Historically, college students vote at lower rates than other demographics, and midterm elections tend to have particularly low voter turnout compared to presidential election years. Middlebury students’ voting record proves no exception.
58.1 percent of eligible Middlebury students voted in the 2016 presidential election, according to the National Study of Learning, Voting, and Engagement (NSLVE), a report conducted by Tufts University. This was an increase from the college’s 2012 presidential election turnout, when 49.8 percent of eligible students voted. Turnout in the 2014 midterm elections was far lower, with 14.3 percent of students voting.
College students may face structural limits when trying to exercise their right to vote. Ashley Laux ’06, program director for the Center for Community Engagement (CCE), said that there can be a lot of misunderstanding about the voting process.
“There is lot of general not-knowing,” Laux said. “How do I register to vote if I’m not there? When is the absentee ballot request deadline? Or sometimes they pull up the forms and feel like it might be kind of confusing.”
Laux also said that voting engagement for college students may have declined due to a decreased emphasis on civics education programs in high schools.
“Students aren’t learning about basics around government systems or how state and federal governments work, and if some of that foundational knowledge is missing, then students’ desire or tendency to vote may have gone down,” she said.
Other barriers are more logistical. According to Laux, not knowing where to buy a stamp has prevented voters from mailing in absentee ballots, and lacking transportation to the polls can inhibit voting. To combat these obstacles, the CCE is offering free stamps, which students can also find at Commons offices, the Center for Careers and Internships, the Mail Center and other locations around campus in the weeks leading up to the election. They will also be providing hourly rides from Adirondack Circle to the polls on Election Day, Tuesday, Nov. 6.
Ideological beliefs may also affect student voter engagement. Hazel Millard ’18, a former leader of the nonpartisan student initiative funded by the CCE called MiddVote, noted that the college’s turnout in 2016 was higher than the average voting rate of all the institutions that participate in NSLVE’s survey.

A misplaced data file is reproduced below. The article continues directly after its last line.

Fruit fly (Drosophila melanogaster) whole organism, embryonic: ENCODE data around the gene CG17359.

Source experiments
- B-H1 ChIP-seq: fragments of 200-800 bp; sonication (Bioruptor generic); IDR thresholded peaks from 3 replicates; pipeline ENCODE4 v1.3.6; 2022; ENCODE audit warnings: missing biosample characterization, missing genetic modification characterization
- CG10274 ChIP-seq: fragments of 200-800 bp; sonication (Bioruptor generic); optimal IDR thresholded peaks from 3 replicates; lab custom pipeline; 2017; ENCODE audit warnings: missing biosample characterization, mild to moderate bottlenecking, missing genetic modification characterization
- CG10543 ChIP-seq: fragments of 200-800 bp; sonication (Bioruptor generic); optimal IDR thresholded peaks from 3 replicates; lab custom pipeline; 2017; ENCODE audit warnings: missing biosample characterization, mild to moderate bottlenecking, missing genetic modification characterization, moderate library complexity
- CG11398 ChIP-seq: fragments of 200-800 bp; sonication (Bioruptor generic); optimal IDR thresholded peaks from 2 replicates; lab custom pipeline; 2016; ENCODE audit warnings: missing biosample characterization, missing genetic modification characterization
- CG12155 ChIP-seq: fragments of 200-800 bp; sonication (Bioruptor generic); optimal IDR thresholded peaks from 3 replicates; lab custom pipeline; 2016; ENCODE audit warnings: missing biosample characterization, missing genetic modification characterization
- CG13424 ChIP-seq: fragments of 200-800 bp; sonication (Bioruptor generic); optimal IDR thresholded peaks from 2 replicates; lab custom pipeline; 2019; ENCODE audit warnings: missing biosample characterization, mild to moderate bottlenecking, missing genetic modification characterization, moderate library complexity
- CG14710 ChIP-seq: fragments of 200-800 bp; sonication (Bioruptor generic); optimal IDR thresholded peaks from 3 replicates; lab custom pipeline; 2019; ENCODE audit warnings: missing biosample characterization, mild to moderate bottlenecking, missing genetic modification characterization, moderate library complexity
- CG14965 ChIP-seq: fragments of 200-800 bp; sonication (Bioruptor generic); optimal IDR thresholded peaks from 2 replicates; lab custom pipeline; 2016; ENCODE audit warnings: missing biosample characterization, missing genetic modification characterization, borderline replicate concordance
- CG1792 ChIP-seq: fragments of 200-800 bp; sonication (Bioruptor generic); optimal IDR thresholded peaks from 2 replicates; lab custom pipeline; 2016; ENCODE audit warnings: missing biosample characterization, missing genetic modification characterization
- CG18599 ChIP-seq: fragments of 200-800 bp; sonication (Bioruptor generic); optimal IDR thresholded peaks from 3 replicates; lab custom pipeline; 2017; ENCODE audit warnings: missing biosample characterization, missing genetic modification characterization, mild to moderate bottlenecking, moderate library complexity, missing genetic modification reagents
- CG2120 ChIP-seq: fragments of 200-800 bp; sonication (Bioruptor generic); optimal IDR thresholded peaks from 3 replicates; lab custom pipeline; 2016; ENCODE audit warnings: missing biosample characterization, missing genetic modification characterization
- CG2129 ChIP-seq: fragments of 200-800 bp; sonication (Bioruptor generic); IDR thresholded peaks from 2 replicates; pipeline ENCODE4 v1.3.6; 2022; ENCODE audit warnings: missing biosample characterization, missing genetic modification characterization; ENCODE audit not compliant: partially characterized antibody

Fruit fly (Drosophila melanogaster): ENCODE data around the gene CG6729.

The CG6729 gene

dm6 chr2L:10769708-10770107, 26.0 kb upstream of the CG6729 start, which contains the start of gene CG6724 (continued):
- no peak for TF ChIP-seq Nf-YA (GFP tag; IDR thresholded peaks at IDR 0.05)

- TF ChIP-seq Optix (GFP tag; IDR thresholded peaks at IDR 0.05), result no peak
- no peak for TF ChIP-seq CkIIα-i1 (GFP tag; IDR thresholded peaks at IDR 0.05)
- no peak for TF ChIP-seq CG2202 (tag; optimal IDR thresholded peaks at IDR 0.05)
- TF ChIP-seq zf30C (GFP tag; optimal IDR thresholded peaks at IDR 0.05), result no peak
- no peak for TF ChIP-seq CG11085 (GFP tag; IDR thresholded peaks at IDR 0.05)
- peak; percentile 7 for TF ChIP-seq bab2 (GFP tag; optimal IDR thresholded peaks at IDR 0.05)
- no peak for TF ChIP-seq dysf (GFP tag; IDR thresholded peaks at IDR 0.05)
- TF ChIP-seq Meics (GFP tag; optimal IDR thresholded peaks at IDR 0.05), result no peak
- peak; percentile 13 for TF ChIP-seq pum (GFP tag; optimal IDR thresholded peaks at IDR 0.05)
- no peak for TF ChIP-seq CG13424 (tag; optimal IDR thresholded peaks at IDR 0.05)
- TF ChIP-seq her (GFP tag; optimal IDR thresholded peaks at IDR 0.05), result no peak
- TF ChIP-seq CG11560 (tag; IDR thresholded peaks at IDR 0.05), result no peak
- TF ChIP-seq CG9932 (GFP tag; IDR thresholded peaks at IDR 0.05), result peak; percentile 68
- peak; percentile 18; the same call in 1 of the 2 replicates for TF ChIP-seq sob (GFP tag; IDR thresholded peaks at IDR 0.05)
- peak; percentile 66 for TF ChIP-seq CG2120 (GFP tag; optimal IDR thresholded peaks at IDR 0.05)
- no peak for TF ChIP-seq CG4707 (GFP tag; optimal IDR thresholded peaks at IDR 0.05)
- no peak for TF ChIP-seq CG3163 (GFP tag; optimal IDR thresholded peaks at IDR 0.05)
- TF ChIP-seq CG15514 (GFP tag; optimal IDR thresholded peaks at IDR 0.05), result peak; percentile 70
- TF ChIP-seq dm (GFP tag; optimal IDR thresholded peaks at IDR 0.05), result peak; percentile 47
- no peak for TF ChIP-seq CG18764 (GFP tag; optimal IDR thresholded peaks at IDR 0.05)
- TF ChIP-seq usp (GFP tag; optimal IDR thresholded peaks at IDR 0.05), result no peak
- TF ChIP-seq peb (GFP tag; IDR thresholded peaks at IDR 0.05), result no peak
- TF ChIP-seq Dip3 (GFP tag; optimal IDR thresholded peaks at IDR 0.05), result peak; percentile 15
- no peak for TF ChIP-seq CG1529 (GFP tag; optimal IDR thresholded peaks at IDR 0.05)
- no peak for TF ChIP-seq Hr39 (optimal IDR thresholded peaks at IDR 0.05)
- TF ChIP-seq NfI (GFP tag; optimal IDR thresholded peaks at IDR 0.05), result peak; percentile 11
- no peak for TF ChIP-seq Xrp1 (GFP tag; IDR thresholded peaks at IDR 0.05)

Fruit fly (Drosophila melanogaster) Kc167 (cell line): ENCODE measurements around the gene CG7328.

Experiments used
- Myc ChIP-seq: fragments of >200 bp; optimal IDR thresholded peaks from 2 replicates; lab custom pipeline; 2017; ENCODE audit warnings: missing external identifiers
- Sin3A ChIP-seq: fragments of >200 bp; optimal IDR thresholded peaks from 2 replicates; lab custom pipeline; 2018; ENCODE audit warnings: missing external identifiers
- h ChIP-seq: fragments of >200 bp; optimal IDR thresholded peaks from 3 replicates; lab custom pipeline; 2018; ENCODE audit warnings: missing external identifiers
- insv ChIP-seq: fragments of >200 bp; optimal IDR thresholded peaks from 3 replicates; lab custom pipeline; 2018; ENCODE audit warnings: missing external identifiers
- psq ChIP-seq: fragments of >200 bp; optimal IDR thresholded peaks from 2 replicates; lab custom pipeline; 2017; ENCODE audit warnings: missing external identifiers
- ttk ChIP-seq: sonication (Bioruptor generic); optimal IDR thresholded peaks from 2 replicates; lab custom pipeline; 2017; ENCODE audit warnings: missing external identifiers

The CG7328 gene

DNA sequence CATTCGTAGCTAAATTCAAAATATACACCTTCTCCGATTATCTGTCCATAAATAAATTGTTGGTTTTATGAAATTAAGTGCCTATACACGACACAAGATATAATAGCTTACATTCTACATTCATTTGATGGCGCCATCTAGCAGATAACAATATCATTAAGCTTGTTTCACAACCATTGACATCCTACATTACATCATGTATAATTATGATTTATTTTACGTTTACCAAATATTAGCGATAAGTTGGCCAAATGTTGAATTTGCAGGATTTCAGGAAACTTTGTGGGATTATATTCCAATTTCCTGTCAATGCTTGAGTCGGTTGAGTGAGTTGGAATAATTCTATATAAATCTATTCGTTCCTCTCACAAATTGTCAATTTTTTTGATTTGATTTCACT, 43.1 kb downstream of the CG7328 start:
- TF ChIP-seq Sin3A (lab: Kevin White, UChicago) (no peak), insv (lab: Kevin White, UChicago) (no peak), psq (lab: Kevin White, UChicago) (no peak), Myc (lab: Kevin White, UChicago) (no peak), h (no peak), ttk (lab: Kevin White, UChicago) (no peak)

“Middlebury students were engaged in the 2016 election,” Millard wrote in an email to The Campus. “I think that was in part due to the primary competition between [Bernie] Sanders and [Hillary] Clinton, since Democrats on campus seemed fairly split between the two candidates. This meant that many were paying attention early on in the cycle.”
Ann Webster, the Middlebury Town Clerk, has noticed that college students’ political engagement depends on which issues dominate the news cycle.
“Over time, it seems like the news we get through the media is much more geared towards entertainment, rather than somebody just telling you the news and letting you form an opinion about it,” Webster said. “When I was younger, I think younger people did get engaged more than they did now because we had things like the Vietnam War, which was being shown to us every single day on the news and our friends were being drafted. It was something very political that had an impact on everybody’s daily life.”
Laux’s goal for the 2018 midterm elections is for 25 percent of eligible students to vote. Laux is also planning in the longer term, seeking to continue the upward voting engagement trajectory from the 2012 and 2016 presidential elections.
In their efforts to eliminate barriers to voting, Laux and the CCE have focused on a Tufts University report titled “Election Imperatives,” which was created as the result of research on ways to improve voter engagement on campuses.
The report offers recommendations for increasing student voter participation and improving “campus conditions for political learning, discourse and agency during the election season and beyond.” Two of the recommendations emphasize informing voters and creating a permanent coalition that focuses on more than voting during election season.
“One of the things I’m thinking about is, after this election, how can students, faculty and staff keep voter education going?” Laux said. “How can we view it as more of ongoing process of educating yourself about community issues? Because in the long term, that’s what will increase our voting rates the most: if people feel plugged into their community. Voting is just one slice of being connected as a citizen to your community.”
MiddVote’s student organizers are addressing the factors that lead to low turnout through person-to-person education and efforts to increase access to the polls.
Graphic by Esme Fahnestock.
Past College Students Didn't Go to the Polls